An earlier paper-based work, Il Teatro dei Leviatano (The Leviathan Theatre) (2012-2013), provides the most useful, microcosmic unveiling of Andrews’ personal creative manifesto, as well as an explicit taste of one of his fairy tale-influenced offerings. Quite literally, here, it is all about what lies beneath; stories within stories. This incredibly elaborate and layered work takes the form of a three-dimensional drawing crafted by hand from card and mixed media – namely, the carapaces of insects and diminutive pieces of plastic toy soldiers – rendered in historically tinged sepia ink (originally used for writing in Graeco-Roman times, then commonly adopted by artists for drawing up until the 19th century). The title of the piece refers to the creature Leviathan, who figures in Biblical accounts as a metaphor for a powerful enemy. Peel back the allegorical curtain and the shadowy, foreboding-looking theatre structure shelters a stage upon which an analogous story of struggle against forces of doom unfolds.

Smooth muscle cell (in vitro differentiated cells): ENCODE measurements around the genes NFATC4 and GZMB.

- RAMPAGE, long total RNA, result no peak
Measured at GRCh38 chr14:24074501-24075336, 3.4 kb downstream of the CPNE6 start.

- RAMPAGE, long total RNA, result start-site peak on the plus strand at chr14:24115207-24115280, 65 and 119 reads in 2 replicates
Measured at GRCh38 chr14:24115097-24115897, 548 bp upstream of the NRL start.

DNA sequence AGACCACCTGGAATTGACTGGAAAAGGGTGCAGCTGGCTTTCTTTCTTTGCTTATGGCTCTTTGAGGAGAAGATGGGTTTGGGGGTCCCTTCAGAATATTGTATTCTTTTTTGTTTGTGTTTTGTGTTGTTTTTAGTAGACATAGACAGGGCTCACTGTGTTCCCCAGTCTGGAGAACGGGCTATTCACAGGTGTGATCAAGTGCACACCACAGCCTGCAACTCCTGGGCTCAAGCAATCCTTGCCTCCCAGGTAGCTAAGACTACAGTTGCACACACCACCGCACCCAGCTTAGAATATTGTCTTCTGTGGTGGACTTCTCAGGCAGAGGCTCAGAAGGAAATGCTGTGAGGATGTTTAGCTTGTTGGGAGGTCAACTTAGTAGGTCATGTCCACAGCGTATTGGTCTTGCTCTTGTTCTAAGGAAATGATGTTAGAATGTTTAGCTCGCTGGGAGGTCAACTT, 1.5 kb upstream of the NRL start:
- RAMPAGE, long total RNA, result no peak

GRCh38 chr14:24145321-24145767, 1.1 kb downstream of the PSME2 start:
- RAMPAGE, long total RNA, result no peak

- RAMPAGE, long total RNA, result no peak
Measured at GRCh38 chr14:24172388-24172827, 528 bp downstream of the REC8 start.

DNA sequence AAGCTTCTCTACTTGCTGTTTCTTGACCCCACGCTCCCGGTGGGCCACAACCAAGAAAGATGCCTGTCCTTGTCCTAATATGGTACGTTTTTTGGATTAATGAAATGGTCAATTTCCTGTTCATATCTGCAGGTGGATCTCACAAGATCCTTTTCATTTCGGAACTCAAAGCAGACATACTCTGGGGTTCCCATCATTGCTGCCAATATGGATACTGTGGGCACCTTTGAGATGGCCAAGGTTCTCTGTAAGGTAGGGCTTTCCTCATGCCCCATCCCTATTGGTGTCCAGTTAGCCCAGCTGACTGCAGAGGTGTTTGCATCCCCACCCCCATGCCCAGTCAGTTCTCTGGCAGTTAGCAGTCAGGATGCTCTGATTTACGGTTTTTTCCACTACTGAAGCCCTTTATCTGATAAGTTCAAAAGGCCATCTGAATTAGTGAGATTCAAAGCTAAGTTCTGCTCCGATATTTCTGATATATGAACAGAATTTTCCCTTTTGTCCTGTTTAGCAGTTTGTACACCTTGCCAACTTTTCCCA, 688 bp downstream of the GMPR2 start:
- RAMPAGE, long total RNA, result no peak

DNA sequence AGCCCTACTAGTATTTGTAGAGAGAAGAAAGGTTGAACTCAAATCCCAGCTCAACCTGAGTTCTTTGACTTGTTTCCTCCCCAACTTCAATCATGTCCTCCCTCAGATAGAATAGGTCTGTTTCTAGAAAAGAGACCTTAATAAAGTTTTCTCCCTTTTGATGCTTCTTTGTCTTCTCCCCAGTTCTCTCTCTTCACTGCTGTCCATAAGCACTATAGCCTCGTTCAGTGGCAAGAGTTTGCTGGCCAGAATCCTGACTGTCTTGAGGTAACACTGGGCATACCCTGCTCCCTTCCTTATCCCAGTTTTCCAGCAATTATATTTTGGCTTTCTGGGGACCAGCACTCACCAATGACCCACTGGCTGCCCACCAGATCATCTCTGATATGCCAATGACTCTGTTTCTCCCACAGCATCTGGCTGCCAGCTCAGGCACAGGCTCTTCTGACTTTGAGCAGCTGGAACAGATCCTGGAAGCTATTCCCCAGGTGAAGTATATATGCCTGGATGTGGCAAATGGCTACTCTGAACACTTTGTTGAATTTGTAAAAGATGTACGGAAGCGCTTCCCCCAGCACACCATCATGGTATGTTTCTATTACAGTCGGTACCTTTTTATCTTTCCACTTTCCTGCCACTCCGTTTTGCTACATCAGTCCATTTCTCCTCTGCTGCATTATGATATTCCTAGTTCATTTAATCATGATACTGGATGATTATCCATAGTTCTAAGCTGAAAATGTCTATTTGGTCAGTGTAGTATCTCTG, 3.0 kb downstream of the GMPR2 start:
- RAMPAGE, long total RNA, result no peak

Set within an intricately carved 17th-century German forest, celebrated ‘big guns’ of the pre-19th century art world, such as Raphael and Titian, symbolically portrayed as artillery, literally ‘fight back’ against the impending, apocalyptic tragedy of post-1863 modern art. Immersed within the artist’s self-created, fairy tale-inspired wilderness and haloed by an Inferno-like world of death and the grotesque in the form of the eerily haunting theatre structure itself, Andrews’ heroes do not appear to stand a chance, despite their creative resources. There is a knowing, dark humour to the way in which the artist-turned-puppet-master directs these champions of the symbolic order of the Western canon to their downfall. Revealingly, Andrews tells me that his imagined title of the play occurring on stage is ‘The Death of Painting (Long Live Drawing)’. This time-traversing work was most recently displayed at Bolton Museum and Art Gallery as part of the 2019 Greater Manchester Arts Prize for Contemporary Visual Art, for which Andrews was, for the third time, a runner-up (“always the bridesmaid”, he jokes).